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Four former Charter executives indicted

Friday, July 25, 2003

ST. LOUIS -- Four former top executives of Charter Communications, the nation's third-largest cable television company, were indicted Thursday on federal charges of scheming to defraud investors by inflating the company's revenue and operating cash flow, federal authorities said.

Former chief operating officer David Barford, 44, of Chesterfield, Mo., and former chief financial officer Kent Kalkwarf, 45, of St. Louis, were charged with 14 counts of mail fraud, wire fraud and conspiracy to commit wire fraud for alleged schemes in both 2000 and 2001.

Former senior vice president David McCall, 48, of Laurens, S.C., was indicted on one count of conspiracy to commit wire fraud. Another former senior vice president, James Smith, 55, of California, was indicted on eight counts of wire fraud and conspiracy. Charges against McCall and Smith related to an alleged 2001 scheme to inflate Charter's subscriber numbers.

The men were expected to turn themselves in by noon today, U.S. Attorney Ray Gruender said. If convicted, each defendant could face up to five years in prison and fines of up to $250,000 on each count.

"This is a very significant corporate fraud case," Gruender said.

A Charter spokeswoman did not immediately return a phone call seeking comment. The company, based in suburban St. Louis, is controlled by former Microsoft co-founder Paul Allen and serves about 6.8 million customers in 40 states.

The indictments do not allege that subscribers were defrauded. Authorities said the schemes were aimed at defrauding Charter investors and investors in general by making it appear that Charter had more subscribers and revenue than it actually did.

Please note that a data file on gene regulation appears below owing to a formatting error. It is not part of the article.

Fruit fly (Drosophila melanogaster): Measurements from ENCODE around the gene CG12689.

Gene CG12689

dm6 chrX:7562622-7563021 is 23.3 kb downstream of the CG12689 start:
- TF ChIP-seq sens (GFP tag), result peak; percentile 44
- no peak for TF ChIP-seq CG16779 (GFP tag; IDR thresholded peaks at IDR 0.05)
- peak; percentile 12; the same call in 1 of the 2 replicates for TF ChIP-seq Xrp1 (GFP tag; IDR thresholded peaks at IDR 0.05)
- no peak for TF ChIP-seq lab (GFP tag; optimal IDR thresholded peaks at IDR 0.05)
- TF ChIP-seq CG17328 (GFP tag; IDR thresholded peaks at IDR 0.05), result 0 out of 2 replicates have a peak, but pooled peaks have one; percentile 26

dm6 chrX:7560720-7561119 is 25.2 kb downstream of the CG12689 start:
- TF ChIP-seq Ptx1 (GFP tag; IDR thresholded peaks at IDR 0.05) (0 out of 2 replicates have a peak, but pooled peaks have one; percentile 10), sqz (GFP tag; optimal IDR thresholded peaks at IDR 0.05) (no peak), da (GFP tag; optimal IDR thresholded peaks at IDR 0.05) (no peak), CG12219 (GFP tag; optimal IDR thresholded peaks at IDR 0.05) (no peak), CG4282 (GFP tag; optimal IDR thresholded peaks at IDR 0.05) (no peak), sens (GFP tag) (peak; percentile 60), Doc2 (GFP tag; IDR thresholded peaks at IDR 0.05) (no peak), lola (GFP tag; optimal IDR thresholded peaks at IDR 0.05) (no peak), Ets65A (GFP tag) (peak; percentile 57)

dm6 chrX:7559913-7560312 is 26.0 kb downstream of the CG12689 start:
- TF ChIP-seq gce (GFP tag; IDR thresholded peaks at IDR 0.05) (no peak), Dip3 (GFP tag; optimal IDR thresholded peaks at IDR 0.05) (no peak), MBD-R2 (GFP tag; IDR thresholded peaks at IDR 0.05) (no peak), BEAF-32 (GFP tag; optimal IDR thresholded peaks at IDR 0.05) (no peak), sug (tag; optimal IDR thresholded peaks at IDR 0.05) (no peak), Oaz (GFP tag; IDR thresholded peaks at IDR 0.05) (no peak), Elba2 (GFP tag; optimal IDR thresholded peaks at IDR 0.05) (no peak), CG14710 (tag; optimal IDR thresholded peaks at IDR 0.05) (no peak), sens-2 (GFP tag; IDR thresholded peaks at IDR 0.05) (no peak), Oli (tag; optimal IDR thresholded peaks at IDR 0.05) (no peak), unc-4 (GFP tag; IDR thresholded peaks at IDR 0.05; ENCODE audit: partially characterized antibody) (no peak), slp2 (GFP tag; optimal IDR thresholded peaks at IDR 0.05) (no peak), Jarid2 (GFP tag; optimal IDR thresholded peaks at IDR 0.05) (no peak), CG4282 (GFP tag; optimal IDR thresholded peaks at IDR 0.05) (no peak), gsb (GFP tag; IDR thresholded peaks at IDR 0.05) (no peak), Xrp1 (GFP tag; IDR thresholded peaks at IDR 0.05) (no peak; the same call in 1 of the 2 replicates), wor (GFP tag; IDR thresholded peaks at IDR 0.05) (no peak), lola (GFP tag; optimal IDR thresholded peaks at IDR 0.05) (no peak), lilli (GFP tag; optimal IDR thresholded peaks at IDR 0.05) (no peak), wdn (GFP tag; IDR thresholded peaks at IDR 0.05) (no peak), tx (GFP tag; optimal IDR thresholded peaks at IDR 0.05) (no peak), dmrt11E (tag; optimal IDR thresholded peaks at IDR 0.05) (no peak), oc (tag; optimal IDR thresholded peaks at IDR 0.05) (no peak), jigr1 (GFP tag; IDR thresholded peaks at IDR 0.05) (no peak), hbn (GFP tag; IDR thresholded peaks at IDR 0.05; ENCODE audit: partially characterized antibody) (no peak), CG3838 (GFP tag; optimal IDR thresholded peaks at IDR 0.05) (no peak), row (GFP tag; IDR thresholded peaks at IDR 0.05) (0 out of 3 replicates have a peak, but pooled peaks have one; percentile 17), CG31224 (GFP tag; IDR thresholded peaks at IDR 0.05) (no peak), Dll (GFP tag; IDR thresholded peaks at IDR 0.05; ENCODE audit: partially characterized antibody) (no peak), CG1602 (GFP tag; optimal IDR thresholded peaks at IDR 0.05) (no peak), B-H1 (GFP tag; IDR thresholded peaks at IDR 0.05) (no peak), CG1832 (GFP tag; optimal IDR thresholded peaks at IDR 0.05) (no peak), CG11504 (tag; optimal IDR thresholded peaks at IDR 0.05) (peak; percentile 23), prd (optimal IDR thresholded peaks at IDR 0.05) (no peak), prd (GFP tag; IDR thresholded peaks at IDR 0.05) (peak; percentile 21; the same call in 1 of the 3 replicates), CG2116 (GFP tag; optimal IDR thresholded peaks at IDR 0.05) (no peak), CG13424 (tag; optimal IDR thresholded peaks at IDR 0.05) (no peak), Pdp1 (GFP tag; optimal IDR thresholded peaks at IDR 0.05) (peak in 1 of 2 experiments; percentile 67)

Gruender said that in August 2000, Kalkwarf and Barford realized Charter might fall short of projected year-end revenue and operating cash flow goals.

Money to suppliers

To inflate those numbers, Gruender said, the executives gave money to Charter's suppliers of digital set-top boxes, equipment placed on subscribers' TV sets through which they obtain digital cable.

Charter asked the suppliers to charge the company $20 more per set top box, Gruender said. Charter then allegedly received the $20 back as advertising revenue -- essentially buying ads with its own money. As a result, Charter falsely included more than $17 million as revenue and cash flow for the year 2000, Gruender said.

The second alleged scheme occurred in 2001 when Charter was finding it difficult to develop new subscribers due to the weak economy and increased competition from satellite dish companies, Gruender said.

The executives instructed employees to disregard normal procedures on disconnecting customers seeking to end their service as well as those failing to pay their bills, Gruender said. Also, in some cases, disconnected customers were not removed from the subscriber count list, Gruender said. He alleged that disconnections were intentionally delayed until after the ends of financial quarters.

The purpose was to help Charter fraudulently meet its projected subscriber goals for 2001, Gruender said.

None of the executives is currently with the company. In December, Charter fired Barford and Kalkwarf amid the ongoing grand jury investigation. Charter said then that in light of issues raised by the investigation and Charter's own review, "regardless of the outcome these changes were appropriate."

Barford joined Charter in 1995 in Los Angeles after serving as an executive with Comcast Cablevision.

Details about the departures of McCall and Smith were not immediately available.

Authorities said Charter's current management was "extraordinarily cooperative" in the investigation.

"They provided us with schemes and potential schemes we were not aware of," Gruender said. His office was assisted by the U.S. Postal Inspector's office and the Federal Bureau of Investigations.

In April, Charter acknowledged that federal securities regulators had formally opened an investigation into the company's accounting practices, how it has counted subscribers and how it accounts for certain costs and "dealings with certain vendors, including programmers and digital set-top terminal suppliers."

Charter's shares peaked at $22 in August 2001, but have been pummeled amid Wall Street concerns about the company's more than $18 billion in long-term debt, the grand jury inquiry and 14 shareholder lawsuits.

On Thursday, shares were down 20 cents to $4.78 in trading on the Nasdaq stock exchange.

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On the Net:

Charter Communications, http://www.charter.com


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